General News Sector News — 18 July 2014

Information and key findings from a review into Western NSW Local Health District’s mental health services have been delivered to stakeholders, including staff.

Chief executive Scott McLachlan said the review had found that the way that some mental health services in the LHD currently operated was at odds with contemporary ways to care for people with mental illness.

“This reflects what we were expecting and one of the reasons the review was undertaken,” he said.

The review was carried out over the last five months by Health Partners Group with extensive consultation with stakeholders.

The reviewers have recommended the health district move to a more contemporary way of caring for people with mental illness and to decrease inpatient acute and non-acute services for adults and non-acute inpatient services for older people after increasing community services and residential services.

“This will involve reviewing some non-acute inpatient services, particularly those experiencing low occupancy, to better understand their utilisation and alignment with contemporary models of care,” Mr McLachlan said.bigstock-Mental-Health-Warning--32532146

Concerns around the delivery of drug and alcohol services, community-based infant, child and youth services, and services meeting the needs of Aboriginal people were also addressed in the review.

NSW Ministry of Health, Mental Health and Drug and Alcohol director Dr Peter Carter commended the health district for conducting the Review and said that the findings were consistent with the direction of the Mental Health Commission and NSW Health.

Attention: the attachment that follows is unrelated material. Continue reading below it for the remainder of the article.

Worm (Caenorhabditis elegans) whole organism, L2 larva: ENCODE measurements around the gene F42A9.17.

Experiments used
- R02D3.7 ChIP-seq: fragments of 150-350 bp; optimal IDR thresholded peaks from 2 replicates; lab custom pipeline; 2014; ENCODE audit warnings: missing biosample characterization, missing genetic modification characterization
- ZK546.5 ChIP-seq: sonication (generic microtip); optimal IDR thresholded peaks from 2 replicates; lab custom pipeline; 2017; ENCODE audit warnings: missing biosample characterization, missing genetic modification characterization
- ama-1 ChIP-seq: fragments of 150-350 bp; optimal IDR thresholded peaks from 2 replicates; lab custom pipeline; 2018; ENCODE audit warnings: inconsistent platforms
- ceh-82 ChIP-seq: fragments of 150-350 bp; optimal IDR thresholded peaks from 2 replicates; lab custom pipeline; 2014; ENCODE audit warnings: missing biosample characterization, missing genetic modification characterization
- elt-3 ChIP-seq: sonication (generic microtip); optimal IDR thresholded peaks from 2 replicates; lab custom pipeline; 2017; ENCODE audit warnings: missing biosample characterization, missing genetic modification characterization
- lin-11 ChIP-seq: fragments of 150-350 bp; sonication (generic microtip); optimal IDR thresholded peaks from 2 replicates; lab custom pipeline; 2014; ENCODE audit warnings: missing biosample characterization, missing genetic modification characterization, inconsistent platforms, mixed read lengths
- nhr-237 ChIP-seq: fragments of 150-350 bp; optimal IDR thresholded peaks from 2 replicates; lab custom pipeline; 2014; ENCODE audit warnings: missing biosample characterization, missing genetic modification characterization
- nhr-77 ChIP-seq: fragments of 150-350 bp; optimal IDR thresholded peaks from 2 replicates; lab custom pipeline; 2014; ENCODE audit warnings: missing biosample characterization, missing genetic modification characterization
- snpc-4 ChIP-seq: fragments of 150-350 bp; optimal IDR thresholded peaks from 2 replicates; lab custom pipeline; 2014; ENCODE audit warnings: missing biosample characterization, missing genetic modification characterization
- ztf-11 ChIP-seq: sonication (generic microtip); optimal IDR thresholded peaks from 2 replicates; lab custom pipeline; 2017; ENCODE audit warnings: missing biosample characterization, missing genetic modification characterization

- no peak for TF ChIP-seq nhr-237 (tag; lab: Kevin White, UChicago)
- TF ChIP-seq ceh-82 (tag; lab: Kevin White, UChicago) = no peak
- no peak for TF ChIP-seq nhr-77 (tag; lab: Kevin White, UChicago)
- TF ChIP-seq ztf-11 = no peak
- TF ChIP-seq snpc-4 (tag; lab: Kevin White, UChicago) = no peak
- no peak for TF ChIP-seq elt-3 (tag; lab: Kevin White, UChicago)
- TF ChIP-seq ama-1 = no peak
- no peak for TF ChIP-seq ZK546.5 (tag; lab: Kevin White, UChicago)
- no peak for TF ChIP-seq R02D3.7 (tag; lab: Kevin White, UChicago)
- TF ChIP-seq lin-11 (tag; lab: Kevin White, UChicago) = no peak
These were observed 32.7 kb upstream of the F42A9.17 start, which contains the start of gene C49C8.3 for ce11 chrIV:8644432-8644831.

“Obviously there will be changes and improvements made as a result of this review, but these will not happen overnight,” Mr McLachlan said.

“There will be careful and thorough planning which will involve staff and key stakeholders before any consideration is given to implementing any of the key recommendations which is expected to take four to six months.

“After this time any changes to move toward more contemporary models of care will be very carefully planned and sufficient time allowed for appropriate transitioning. An implementation group has been established to assist with this work”.

Mr McLachlan said planning would include the development of a clear workforce strategy to support the future service mix, including building multidisciplinary teams, structures and processes and enhancing peer support specialist services and roles.

“The Review recommendations present us with many opportunities to provide optimal service delivery through contemporary models of care for mental health patients, their families and carers which will better service their needs,” he said.

The Review and its recommendations tie in closely with the Health District’s Strategic Health Services Plan 2013-16.

This article first appeared on ‘Wellington Times’ on 18 July 2014.


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